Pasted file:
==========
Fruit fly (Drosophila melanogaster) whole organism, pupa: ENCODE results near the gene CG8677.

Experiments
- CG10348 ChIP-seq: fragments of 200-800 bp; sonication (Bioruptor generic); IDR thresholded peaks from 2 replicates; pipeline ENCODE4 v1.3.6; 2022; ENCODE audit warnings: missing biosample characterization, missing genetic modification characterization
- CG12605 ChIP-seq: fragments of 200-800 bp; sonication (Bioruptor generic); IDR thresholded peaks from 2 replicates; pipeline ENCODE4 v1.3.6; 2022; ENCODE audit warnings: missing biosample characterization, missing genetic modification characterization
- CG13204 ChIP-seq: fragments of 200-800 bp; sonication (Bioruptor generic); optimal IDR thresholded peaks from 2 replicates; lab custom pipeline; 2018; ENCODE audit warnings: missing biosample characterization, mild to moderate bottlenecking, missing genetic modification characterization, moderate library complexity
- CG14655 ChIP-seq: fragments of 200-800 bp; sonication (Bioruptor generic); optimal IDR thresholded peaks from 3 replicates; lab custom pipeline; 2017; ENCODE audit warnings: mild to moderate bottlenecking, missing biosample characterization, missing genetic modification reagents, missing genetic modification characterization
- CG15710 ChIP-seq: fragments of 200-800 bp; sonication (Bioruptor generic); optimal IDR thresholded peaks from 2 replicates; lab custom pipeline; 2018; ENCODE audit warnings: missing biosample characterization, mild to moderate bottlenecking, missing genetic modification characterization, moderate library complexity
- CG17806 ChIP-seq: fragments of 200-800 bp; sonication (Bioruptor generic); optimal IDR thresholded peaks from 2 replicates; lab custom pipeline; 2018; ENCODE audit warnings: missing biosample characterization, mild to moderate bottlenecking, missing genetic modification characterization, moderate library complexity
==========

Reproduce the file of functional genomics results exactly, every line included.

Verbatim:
Fruit fly (Drosophila melanogaster) whole organism, pupa: ENCODE results near the gene CG8677.

Experiments
- CG10348 ChIP-seq: fragments of 200-800 bp; sonication (Bioruptor generic); IDR thresholded peaks from 2 replicates; pipeline ENCODE4 v1.3.6; 2022; ENCODE audit warnings: missing biosample characterization, missing genetic modification characterization
- CG12605 ChIP-seq: fragments of 200-800 bp; sonication (Bioruptor generic); IDR thresholded peaks from 2 replicates; pipeline ENCODE4 v1.3.6; 2022; ENCODE audit warnings: missing biosample characterization, missing genetic modification characterization
- CG13204 ChIP-seq: fragments of 200-800 bp; sonication (Bioruptor generic); optimal IDR thresholded peaks from 2 replicates; lab custom pipeline; 2018; ENCODE audit warnings: missing biosample characterization, mild to moderate bottlenecking, missing genetic modification characterization, moderate library complexity
- CG14655 ChIP-seq: fragments of 200-800 bp; sonication (Bioruptor generic); optimal IDR thresholded peaks from 3 replicates; lab custom pipeline; 2017; ENCODE audit warnings: mild to moderate bottlenecking, missing biosample characterization, missing genetic modification reagents, missing genetic modification characterization
- CG15710 ChIP-seq: fragments of 200-800 bp; sonication (Bioruptor generic); optimal IDR thresholded peaks from 2 replicates; lab custom pipeline; 2018; ENCODE audit warnings: missing biosample characterization, mild to moderate bottlenecking, missing genetic modification characterization, moderate library complexity
- CG17806 ChIP-seq: fragments of 200-800 bp; sonication (Bioruptor generic); optimal IDR thresholded peaks from 2 replicates; lab custom pipeline; 2018; ENCODE audit warnings: missing biosample characterization, mild to moderate bottlenecking, missing genetic modification characterization, moderate library complexity